Selvidge then started to tell him that he would pack up all of his stuff and come all the way to Fort St. John to finish his tattoo.
“He’s got nowhere to do it. He’s got no driver’s license. He’s got no way to get out here,” Swetlikoff said.
After a back and forth, with Swetlikoff trying to get a refund from Selvidge, he was told all the money was spent and he wouldn’t be getting it back.
Following the encounter and Swetlikoff’s Facebook post explaining his experience with Mason, he received death threats from the artist.
Swetlikoff says that his tattoo is now infected, on top of being unfinished.
Swetlikoff has offered to take down the post and write an announcement redeeming the artist if he is given his money back.
“He won’t do it. He will not do it,” Swetlikoff said.
Former Colleague says there were “red flags”
Selvidge’s former colleague, who wished to remain anonymous due to the aforementioned death threats, mentioned some of the “red flags” they noticed while working alongside him for six months.
The colleague couldn’t remember how the two came into contact, but they say he was very adamant that they had what it took to be a tattoo artist.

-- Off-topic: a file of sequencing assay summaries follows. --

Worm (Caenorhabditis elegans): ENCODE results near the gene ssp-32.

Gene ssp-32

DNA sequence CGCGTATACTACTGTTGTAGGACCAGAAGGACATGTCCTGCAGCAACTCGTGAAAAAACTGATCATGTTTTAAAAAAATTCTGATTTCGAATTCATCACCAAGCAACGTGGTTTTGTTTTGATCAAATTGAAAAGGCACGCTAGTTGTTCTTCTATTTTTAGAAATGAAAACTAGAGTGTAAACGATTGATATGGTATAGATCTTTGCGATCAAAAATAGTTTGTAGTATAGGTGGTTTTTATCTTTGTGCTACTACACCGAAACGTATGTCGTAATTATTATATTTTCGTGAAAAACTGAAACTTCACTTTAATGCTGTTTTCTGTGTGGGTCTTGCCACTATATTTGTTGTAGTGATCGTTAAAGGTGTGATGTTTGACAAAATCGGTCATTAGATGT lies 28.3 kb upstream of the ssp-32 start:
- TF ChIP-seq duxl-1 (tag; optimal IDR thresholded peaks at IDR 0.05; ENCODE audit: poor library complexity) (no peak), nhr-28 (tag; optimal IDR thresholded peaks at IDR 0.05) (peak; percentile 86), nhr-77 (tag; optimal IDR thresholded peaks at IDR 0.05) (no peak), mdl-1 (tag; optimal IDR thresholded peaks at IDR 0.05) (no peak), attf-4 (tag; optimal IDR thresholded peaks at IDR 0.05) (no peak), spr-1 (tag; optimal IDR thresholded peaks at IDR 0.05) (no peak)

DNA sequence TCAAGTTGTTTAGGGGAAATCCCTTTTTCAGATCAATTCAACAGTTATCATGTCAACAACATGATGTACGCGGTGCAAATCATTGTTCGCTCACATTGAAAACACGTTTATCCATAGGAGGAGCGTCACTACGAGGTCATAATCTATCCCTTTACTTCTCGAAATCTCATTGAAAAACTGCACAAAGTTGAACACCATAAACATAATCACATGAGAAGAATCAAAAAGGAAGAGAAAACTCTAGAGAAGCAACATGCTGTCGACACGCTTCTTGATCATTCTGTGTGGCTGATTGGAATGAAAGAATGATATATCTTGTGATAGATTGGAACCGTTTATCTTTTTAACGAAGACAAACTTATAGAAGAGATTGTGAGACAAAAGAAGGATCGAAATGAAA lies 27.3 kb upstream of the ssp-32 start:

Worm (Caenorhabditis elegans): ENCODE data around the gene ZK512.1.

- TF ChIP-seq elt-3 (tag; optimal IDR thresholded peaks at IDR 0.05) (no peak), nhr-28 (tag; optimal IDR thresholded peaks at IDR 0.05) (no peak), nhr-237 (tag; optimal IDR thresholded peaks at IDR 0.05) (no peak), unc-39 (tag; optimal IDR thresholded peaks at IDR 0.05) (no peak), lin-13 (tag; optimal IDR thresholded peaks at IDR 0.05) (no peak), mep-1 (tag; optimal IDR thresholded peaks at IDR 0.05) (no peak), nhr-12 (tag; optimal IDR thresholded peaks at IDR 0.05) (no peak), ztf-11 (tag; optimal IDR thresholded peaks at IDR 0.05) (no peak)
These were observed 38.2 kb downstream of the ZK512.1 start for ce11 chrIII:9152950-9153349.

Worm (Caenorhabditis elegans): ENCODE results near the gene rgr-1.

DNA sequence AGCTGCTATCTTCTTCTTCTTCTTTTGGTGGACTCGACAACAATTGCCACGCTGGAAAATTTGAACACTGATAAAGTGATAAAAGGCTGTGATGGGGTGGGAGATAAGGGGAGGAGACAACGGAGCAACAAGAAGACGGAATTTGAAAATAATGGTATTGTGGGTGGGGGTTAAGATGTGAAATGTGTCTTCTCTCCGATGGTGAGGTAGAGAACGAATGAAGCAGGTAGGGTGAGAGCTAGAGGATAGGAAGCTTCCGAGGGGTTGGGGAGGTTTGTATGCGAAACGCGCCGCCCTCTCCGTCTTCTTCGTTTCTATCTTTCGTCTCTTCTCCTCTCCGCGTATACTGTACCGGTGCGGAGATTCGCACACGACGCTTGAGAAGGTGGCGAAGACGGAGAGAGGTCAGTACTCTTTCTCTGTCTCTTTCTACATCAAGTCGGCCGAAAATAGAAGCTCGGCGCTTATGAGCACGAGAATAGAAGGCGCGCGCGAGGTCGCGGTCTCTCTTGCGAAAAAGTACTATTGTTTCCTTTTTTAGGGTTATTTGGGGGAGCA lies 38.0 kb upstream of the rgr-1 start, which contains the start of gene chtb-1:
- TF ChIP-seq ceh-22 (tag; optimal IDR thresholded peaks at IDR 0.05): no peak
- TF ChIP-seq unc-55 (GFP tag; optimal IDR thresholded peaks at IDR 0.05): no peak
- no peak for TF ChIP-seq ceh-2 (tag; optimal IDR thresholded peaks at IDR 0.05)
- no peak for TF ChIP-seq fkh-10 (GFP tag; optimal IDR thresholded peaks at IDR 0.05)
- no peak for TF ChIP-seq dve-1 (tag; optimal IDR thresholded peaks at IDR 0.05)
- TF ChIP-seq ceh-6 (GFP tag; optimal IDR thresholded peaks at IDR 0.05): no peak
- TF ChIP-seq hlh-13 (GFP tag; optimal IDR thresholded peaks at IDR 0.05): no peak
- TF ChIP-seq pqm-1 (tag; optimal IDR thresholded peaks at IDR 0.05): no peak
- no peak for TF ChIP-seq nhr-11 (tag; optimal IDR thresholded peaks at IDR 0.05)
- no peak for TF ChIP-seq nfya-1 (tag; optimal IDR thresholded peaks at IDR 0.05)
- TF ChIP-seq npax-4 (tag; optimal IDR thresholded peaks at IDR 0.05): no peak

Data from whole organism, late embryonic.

They explain that he was very charismatic and nice but knew precisely what he was doing to people, including taking a lot of money from her and another colleague.
They say that he would take deposits from people and then “drop from the face of the planet,” ignoring clients or even blocking them, similar to Swetlikoff’s experience with Selvidge.
He would also regularly only put work in on half of a tattoo, then take the money and stop responding to the client.
The colleague claims Selvidge opened his own shop under suspicious circumstances, renting a residential unit that he turned into a studio. They are unsure if Selvidge had permission from the landlord to do so.
They remember the conditions of the space as ” dirty.”
“I recognized it as a very dangerous place to get tattooed.”